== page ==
This refinancing is not designed to help Ireland out of its troubles. It is to do two things: it is to bail out those who lent to us (not as is commonly said, to bail out Ireland) and it is an attempt to construct a firewall in the financial markets between us and the rest of the eurozone to protect the currency. It is not clear if either objective will be achieved.

Even if it is, one of the big fears we should have is that extra terms and conditions will be imposed on top of the actual interest rate (and additional facility fees) charged on our new loans. One of those is that we will be told to increase our corporation tax rate of 12.5%.

The campaign to force us to do this is intensifying. It is not likely to be forced upon us immediately — for political reasons because the EU wants to retain some pretence of helping rather than bullying — but the pressure will grow over time. Other EU member states hate the perceived (and real) advantage that it gives us in attracting foreign multinational investment (from the US almost exclusively). They want us to increase the rate, claiming it would allow us to improve our own tax revenues, reducing our dependence on borrowing (Their real agenda of course is to disimprove our chances of attracting foreign investment that might go to continental Europe, or Britain, instead). The campaign is becoming heated. One of the mostvicious and extraordinary attacks on Ireland this week came from a newspaper that, traditionally, might be expected to show some support for this country. An influential columnist in The Guardian, a woman called Polly Toynbee, accused Ireland of “tax piracy” in facilitating foreign multinationals who route their profits through the country and asked why David Cameron wanted to be a “good neighbour” to Ireland “when they have been such terrible neighbours to us?”

She is far from the only person to raise the issue. Many foreign MEPs are at it too, knowing it’ll play well with their constituents, irked by the idea that they will be giving money to sort out a mess in Ireland.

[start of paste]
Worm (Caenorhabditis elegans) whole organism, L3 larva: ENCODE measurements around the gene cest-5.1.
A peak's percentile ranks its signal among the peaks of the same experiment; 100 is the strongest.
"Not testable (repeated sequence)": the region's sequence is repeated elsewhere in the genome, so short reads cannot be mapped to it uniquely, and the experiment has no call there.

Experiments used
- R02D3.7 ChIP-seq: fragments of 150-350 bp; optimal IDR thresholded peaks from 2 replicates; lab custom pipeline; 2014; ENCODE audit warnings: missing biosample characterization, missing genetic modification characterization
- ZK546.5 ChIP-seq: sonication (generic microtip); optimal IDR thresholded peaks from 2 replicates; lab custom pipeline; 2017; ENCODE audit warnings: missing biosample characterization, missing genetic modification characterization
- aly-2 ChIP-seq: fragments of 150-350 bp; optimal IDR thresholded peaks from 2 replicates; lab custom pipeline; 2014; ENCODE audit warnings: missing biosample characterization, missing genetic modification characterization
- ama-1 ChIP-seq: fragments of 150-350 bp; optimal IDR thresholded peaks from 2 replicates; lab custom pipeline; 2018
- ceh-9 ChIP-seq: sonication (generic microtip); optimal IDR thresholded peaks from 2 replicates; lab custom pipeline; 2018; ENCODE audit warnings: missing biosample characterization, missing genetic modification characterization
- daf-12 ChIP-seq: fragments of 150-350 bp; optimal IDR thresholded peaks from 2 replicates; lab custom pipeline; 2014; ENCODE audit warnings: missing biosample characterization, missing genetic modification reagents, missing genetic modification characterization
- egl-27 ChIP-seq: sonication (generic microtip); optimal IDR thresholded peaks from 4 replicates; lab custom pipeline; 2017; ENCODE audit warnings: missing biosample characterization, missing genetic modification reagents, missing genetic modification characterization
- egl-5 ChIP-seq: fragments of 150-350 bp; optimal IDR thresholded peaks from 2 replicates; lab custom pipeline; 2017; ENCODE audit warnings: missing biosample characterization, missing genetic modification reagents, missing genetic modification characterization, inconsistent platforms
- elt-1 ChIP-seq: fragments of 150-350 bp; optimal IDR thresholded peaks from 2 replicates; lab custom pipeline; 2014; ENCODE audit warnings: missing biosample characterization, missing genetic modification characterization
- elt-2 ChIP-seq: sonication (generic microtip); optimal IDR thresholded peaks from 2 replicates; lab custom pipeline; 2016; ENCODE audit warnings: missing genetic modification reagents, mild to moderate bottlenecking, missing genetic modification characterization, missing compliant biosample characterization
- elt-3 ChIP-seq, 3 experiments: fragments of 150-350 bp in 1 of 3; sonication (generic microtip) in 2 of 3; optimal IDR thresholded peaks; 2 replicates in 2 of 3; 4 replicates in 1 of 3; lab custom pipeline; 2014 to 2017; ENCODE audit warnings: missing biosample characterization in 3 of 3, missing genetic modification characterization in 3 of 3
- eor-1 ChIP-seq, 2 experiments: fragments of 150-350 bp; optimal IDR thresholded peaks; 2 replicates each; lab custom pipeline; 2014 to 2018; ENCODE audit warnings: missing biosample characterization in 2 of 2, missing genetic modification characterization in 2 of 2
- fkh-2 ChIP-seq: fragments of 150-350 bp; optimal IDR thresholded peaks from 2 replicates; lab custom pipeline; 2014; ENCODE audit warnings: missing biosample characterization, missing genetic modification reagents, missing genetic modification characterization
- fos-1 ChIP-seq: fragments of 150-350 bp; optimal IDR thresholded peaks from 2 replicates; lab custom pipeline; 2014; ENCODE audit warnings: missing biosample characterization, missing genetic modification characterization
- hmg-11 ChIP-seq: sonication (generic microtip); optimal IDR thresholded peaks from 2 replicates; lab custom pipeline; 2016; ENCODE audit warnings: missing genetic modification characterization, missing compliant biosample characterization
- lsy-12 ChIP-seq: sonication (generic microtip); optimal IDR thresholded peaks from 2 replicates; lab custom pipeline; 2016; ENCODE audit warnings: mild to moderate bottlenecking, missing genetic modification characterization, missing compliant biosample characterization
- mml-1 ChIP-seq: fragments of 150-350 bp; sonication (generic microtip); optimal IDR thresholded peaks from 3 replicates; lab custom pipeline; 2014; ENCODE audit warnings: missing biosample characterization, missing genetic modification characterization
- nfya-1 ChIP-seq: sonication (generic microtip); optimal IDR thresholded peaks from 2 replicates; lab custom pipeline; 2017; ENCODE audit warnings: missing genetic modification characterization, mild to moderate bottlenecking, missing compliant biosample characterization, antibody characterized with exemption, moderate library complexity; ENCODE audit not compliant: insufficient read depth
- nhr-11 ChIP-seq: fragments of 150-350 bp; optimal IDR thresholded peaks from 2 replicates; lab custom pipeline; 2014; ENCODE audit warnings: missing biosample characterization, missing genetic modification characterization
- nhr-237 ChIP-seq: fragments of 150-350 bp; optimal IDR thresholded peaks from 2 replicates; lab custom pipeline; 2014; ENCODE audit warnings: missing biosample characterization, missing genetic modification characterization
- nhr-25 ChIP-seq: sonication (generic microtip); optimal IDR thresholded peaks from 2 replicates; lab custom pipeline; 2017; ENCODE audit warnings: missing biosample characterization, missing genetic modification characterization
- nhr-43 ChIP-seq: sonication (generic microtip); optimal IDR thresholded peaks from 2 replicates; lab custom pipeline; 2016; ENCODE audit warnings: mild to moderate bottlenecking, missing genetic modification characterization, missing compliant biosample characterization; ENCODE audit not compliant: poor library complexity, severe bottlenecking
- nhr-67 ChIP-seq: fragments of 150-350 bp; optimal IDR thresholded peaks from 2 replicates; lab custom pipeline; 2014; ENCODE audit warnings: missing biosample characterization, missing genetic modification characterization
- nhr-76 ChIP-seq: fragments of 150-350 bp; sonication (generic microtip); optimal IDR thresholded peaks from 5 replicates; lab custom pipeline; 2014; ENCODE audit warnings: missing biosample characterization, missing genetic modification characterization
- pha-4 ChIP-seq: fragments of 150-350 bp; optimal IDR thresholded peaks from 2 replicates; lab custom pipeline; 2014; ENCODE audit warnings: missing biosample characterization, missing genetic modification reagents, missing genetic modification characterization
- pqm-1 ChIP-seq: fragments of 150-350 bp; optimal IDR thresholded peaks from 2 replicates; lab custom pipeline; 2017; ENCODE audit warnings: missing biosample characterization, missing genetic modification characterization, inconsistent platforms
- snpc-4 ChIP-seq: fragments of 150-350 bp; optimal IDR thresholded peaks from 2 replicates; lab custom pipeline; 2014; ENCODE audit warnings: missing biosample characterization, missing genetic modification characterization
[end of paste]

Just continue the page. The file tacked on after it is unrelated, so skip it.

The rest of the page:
But what of the claim that we would not lose any investment or jobs if the corporate tax rate was increased and that it would allow us to raise extra money?

THE corporate tax rate applies to all, but it is clearly more valuable to large, high-profit companies. Indeed, I imagine that many small and medium sized companies struggling at present to make any profits on which they would pay tax would be happy to substitute lower state imposed input costs, such as energy and commercial rates, for an increase in corporation tax rates.

However, who wants to take the chance on losing the highly profitable bigger fish? As former Intel boss Craig Barrett told us last year only one of the 14 reasons why that country originally invested in Ireland still remains. Take a guess which one that is. There are hundreds of thousands of jobs at risk if our foreign multinationals were to take flight. This is why the Government has made saving our sovereign right to decide our own tax rates a priority.

As for Tony Ryan, now deceased. He lost control of GPA but his creditors did not ruin him. He had a $35 million loan (enormous at that time) with a US bank which decided to agree a settlement with him for partial repayment, even though he still had other assets which they could have insisted he sold.

One of those assets was the controlling shareholding in Ryanair. Not long after it seemed Ryan had lost everything, Michael O’Leary started the startling ascent of what is probably the greatest Irish corporate success story of all time. Ryan made more money out of Ryanair than he ever did out of GPA and the Irish people have had the benefit of the lower priced air travel than had existed before that. Sometimes even in adversity, great things emerge. As long, of course, as they are cut a bit of slack.